Science

Weekend party ideas

martiniIf you haven’t made any plans for the weekend yet, here are a few ideas you might want to try out (if you’re of legal drinking age, whatever that is where you live). They’re all from our reading selection, How to Fossilize Your Hamster, by Mick O’Hare. Get set to do these experiments at home, because they all involve booze and you’re likely to imbibe while experimenting. If you get through this whole list, you’ll be in no shape to drive yourself home afterwards.

  • Find out if shaken and stirred martinis actually taste the different (page 92).
  • Find out why a shandy only overflows if you pour the beer in before the 7-up  (page 97).
  • Turn wine into water–by filtering it through your digestive system (page 133).
  • What causes “drinker’s legs” (page 84)?
  • See if beer or sparkling wine froth when poured into a wet glass (page 88).
  • Turn anisette-based drinks white by adding water (page 91). Ed note: in case you don’t know it, anisette is great in coffee.
  • Discover if rum-and-cokes made with dark or light rum get frothy scum around the top of the glass (page 95).

OK, that’s enough. (Enough to make you sick, if you mix all those drinks in one session.)

This is just a small selection of the experiments presented in How to Fossilize Your Hamster. I chose the boozy projects for your weekend entertainment, but there are also a lot of experiments that can be fun for the whole family. I’ll feature some of those in another post.

Although this seems frivolous, How to Fossilize Your Hamster is full of scientific facts and experimental results that make the idea of learning science fun. I think this is a great way to get more people introduced to science and to help spread science literacy among a populace who might  otherwise think that science is hard, boring, or irrelevant.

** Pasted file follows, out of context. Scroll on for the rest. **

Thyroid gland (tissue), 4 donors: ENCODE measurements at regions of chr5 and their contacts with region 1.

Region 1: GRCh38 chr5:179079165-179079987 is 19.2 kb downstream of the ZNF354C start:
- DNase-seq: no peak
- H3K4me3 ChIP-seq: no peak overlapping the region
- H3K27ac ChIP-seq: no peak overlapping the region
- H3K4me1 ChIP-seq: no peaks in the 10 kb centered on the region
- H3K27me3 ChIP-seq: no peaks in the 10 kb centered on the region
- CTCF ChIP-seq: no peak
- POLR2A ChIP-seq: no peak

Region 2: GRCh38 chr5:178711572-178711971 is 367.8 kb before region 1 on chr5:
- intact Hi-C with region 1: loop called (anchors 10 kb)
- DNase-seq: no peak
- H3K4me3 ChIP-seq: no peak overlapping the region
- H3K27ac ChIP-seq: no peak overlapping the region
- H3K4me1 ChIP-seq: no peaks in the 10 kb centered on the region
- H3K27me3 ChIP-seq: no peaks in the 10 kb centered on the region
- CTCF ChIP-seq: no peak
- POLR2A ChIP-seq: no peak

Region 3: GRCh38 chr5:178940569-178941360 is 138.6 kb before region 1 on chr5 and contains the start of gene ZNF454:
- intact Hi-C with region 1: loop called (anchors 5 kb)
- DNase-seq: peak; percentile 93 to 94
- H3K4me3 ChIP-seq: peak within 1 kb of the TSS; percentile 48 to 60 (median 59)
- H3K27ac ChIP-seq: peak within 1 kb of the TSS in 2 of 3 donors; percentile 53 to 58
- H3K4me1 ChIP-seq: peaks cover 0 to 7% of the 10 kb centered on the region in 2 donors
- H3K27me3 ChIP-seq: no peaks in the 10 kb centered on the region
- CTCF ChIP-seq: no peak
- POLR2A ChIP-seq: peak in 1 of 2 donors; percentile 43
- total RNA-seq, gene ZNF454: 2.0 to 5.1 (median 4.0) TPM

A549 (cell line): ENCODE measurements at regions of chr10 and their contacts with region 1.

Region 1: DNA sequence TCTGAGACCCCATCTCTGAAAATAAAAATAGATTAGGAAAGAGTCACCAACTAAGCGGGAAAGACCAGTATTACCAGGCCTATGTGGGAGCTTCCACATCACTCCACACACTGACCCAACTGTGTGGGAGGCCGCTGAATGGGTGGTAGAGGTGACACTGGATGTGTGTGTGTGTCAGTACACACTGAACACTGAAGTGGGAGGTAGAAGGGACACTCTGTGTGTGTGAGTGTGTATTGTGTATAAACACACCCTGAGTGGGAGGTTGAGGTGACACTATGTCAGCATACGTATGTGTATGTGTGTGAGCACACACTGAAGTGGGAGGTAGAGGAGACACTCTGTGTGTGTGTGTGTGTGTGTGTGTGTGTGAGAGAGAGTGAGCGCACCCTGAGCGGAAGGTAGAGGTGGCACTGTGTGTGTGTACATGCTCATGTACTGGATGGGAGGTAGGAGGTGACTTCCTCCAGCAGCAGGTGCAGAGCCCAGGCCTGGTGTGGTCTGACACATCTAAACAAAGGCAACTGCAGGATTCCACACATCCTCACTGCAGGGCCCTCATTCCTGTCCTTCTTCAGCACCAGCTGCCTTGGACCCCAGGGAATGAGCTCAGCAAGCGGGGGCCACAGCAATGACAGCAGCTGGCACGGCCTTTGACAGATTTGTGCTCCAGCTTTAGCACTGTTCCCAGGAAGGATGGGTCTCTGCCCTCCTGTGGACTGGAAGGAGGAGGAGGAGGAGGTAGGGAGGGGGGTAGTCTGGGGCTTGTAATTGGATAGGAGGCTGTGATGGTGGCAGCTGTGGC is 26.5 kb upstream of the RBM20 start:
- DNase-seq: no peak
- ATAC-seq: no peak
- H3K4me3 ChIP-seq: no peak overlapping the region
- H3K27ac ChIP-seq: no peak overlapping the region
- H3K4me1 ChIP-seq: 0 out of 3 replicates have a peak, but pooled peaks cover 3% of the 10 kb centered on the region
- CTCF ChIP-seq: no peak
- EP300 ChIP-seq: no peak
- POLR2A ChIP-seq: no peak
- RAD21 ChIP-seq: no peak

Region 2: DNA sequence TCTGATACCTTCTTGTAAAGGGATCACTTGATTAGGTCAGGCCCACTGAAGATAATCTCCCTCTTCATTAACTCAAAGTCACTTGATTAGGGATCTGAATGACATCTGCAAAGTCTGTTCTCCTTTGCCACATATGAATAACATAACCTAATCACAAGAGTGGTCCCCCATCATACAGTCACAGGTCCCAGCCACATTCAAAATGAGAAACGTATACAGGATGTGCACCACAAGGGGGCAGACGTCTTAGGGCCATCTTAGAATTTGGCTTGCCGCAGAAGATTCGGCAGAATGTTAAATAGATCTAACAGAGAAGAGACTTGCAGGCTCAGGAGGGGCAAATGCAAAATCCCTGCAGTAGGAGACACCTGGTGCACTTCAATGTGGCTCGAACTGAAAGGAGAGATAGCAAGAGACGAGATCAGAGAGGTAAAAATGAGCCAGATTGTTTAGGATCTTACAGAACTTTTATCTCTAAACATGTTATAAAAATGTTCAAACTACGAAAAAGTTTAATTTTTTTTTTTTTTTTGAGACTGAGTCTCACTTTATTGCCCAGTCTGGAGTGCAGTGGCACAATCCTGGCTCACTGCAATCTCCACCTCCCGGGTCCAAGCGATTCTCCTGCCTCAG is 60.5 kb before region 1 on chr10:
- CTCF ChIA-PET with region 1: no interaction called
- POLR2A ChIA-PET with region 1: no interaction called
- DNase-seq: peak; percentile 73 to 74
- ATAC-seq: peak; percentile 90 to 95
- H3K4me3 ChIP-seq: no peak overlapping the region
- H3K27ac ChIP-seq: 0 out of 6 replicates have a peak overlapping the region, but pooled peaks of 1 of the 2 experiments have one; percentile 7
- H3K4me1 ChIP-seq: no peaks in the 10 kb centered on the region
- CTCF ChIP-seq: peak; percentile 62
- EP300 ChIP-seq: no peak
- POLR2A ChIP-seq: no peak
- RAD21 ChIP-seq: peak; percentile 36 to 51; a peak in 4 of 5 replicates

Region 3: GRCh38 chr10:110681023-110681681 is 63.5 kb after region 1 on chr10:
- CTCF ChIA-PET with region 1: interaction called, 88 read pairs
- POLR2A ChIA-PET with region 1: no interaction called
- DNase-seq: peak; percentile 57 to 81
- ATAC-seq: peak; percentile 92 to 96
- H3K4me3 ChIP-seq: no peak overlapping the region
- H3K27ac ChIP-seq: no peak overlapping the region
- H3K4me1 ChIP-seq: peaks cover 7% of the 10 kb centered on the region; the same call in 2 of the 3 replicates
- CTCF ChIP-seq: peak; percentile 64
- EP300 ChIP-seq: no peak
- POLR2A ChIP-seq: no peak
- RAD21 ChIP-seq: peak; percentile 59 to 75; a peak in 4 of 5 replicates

writerdd

Donna Druchunas is a freelance technical writer and editor and a knitwear designer. When she's not working, she blogs, studies Lithuanian, reads science and sci-fi books, mouths off on atheist forums, and checks her email every three minutes. (She does that when she's working, too.) Although she loves to chat, she can't keep an IM program open or she'd never get anything else done.

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7 Comments

  1. Frivolous? Drinking is serious business! First of all, alcohol is a natural muscle relaxant (homeopathic cyclobenzaprine?). Second, beer is made with barley malt, hops, yeast and water. That makes it liquid bread! Cheers fellow Skeptics!

  2. There is a trick you can do to prevent carbonated drinks from foaming when poured into ice. The reason carbonated drinks do that is the nucleation sites on the ice. If you rinse the ice with water, that melts the surface and destroys the nucleation sites. Then you can pour the carbonated beverage in and not have the CO2 fizz out.

  3. Well, now I’m kinda curious about the rum & Coke one. I drink mine with diet Coke, which might make a difference. I also have always done a variation on what daedalus2u suggests, where I pour the rum over ice first and shake it until the rum is nice and cold and the ice cubes are coated to keep the soda from fizzing all over the place.

    I’ve never noticed that light or dark rum was likely to leave a scum ring around the top of the glass, but perhaps a more controlled experiment is in order …

  4. You know,

    I once had an idea (and it didn’t die from loneliness, thank you…) for the Richard C. (Hyper-dimensional) Hoagland drinking game.

    Basically, You go out to the “Enterprise Mission” website and read a random “paper” (and oh god am I stretching the definition of “paper” to the largest possible limits).

    Every time you see the word “Hyper-dimensional” you take a shot.

    Please us beer or wine or you’ll kill yourself.

    Not as much fun as fossilizing a hamster, but it’s a lot easier.

    rod

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